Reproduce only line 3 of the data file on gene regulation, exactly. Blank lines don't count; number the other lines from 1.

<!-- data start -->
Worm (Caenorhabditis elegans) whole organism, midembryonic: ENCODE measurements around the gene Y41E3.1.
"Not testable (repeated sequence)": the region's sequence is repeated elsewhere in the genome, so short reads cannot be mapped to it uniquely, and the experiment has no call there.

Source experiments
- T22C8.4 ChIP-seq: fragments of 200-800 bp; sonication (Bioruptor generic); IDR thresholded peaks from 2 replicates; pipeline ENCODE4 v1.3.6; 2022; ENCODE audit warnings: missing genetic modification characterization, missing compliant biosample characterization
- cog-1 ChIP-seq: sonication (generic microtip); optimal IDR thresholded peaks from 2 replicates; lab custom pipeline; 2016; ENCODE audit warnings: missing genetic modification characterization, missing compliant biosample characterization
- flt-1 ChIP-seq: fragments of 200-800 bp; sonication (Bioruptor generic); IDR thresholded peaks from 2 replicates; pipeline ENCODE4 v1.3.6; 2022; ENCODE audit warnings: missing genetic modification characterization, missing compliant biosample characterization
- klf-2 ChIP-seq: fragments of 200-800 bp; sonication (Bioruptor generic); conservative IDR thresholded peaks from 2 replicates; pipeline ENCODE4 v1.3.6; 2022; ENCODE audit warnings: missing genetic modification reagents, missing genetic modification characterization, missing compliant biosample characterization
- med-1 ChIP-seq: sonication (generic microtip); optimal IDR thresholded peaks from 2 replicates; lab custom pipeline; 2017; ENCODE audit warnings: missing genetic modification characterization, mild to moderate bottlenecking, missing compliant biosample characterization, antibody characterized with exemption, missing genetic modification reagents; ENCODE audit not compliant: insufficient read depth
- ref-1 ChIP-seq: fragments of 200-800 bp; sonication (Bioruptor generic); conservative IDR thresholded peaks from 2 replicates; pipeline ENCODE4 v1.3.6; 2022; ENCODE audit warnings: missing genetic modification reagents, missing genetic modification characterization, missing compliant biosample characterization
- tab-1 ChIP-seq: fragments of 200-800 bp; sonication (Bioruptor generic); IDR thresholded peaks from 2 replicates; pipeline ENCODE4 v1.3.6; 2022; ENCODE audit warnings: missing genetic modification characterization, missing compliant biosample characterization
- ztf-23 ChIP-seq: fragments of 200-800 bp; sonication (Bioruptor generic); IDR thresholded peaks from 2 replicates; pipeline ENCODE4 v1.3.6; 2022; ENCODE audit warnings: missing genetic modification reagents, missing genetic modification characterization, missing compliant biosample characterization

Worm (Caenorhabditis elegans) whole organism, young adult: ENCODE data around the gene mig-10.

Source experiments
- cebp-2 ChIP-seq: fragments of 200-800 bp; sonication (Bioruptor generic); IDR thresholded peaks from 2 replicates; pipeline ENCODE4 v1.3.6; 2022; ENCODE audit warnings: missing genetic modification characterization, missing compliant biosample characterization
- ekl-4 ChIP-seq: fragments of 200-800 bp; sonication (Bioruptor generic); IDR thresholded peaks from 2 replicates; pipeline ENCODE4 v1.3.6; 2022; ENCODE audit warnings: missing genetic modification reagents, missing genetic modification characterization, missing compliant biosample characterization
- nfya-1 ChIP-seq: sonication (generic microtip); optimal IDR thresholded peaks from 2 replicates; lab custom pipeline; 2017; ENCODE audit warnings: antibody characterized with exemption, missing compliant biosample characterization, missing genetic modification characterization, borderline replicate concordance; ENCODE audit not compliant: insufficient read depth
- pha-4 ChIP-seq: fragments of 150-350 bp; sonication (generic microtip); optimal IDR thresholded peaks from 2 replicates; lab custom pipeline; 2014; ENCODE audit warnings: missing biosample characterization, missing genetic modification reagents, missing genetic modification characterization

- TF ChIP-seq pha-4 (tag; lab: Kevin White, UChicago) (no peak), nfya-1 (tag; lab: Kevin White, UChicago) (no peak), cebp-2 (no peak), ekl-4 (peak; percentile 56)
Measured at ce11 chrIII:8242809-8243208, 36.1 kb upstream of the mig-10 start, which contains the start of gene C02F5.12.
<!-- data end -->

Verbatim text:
Source experiments